The Ethiopian calendar is seven years and eight months behind the Western calendar, making Saturday the start of 2014. This is because the Catholic Church amended its calculation of the birth of Christ in 500 AD, but the Ethiopian Orthodox Church did not. The Ethiopian new year falls on 11 September in the Western calendar (12 September in leap years).

There is no need for Ethiopian children to learn rhymes to remember how many days each month has because 12 of their months each has 30 days and the 13th – the last of the year – has five or six days, depending on whether it’s a leap year.

4. BBC News Website: President and top officials negligent in tackling air pollution

Jakarta’s particulate pollution levels are six times the WHO’s guideline level and air pollution is said to be reducing residents’ life expectancy by 5.5 years. In a landmark decision in a lawsuit filed by residents in 2019, an Indonesian court has ordered monitoring stations and other measures to improve the capital’s air.

Meanwhile, the President is pressing ahead with plans to move the capital out of Jakarta to the island of Borneo, nearly 1,300km (800 miles) away. He has been quoted as saying that officials would benefit from the fresh air and the green environment there. 

Blenheim Palace Triathlon – race report

Today was the Blenheim triathlon – I did the sprint (750m swim, 19.8km bike, 5.4km run). The bike and run were likely to be OK – but my open water swim struggles have been well documented.

I got to Blenheim Palace a bit before 9, registered, stuck numbers on the bike and helmet, strapped the timing chip to my ankle and met up with my the friend who had also taken on the triathlon challenge. We were in the same starting wave at 10.20 so set up in the transition zone in the courtyard in front of the palace and headed to the lake.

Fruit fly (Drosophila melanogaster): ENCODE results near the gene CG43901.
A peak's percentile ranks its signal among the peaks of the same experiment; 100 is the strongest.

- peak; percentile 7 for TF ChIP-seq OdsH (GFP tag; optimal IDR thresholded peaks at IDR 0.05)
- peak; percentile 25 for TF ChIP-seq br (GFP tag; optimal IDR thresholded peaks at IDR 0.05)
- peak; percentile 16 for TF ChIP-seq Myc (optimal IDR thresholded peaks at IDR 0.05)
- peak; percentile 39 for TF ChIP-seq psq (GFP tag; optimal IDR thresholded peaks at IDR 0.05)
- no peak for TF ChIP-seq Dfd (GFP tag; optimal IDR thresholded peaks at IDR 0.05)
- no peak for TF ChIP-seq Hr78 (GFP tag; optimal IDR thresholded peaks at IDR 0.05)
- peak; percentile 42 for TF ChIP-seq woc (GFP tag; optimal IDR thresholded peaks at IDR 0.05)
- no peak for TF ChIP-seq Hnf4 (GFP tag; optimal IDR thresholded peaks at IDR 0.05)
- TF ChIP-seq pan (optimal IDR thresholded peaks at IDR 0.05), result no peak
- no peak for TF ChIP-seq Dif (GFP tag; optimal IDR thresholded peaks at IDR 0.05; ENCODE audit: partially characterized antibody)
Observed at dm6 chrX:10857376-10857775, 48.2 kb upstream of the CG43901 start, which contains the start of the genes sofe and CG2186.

Covid meant the swim used a ‘time trial’ start – we were arranged in two lines and set off in a constant stream of pairs. As a barely competent swimmer, I had already decided to hang back at the start to avoid the scrum of flying elbows and feet so the start suited me quite well – apart from the fact that there was no place to acclimatise for the water temperature. Luckily, the water was not very cold but (thank goodness) was cool enough for wetsuits to be compulsory.

The swim was about 600m straight (which looks a dauntingly long way from the start) and then just one sharp left turn. I set off as best I could and did a mix of sighting for myself and following others on the assumption that they knew what they were doing.

I was really grateful that our swim training had not adopted the marathon approach of not doing the full race distance beforehand. I know that 750m is no great swim for most people but the fact that I’d already done 1km in open water twice was a great comfort.

As expected, I was behind the average swimmer pace and was overtaken by more than I overtook but It went better than I could have expected at 18 minutes for the 750m. I got out of the water to be greeted by a 0.4km run, uphill, to transition. It always feels that I put in a disproportionate amount of effort into the swimming compared to the speed I achieve so the run to transition was surprisingly hard.

I managed to find my place in transition pretty quickly and peeled off my wetsuit a bit faster than usual. I am right in the middle of all the size and weight ranges they recommend for the size of suit I have but it is thick and tight so I do struggle with it. Resplendent in the tri-suit I had on underneath, I slipped into my running shoes, put on my number belt and remembered to put on my helmet before touching the bike itself.

I got out of transition after what seemed like a very long time and managed to get my feet into the toe clips on the pedals (having swapped out my clipless pedals to avoid another shoe change and running in cleats).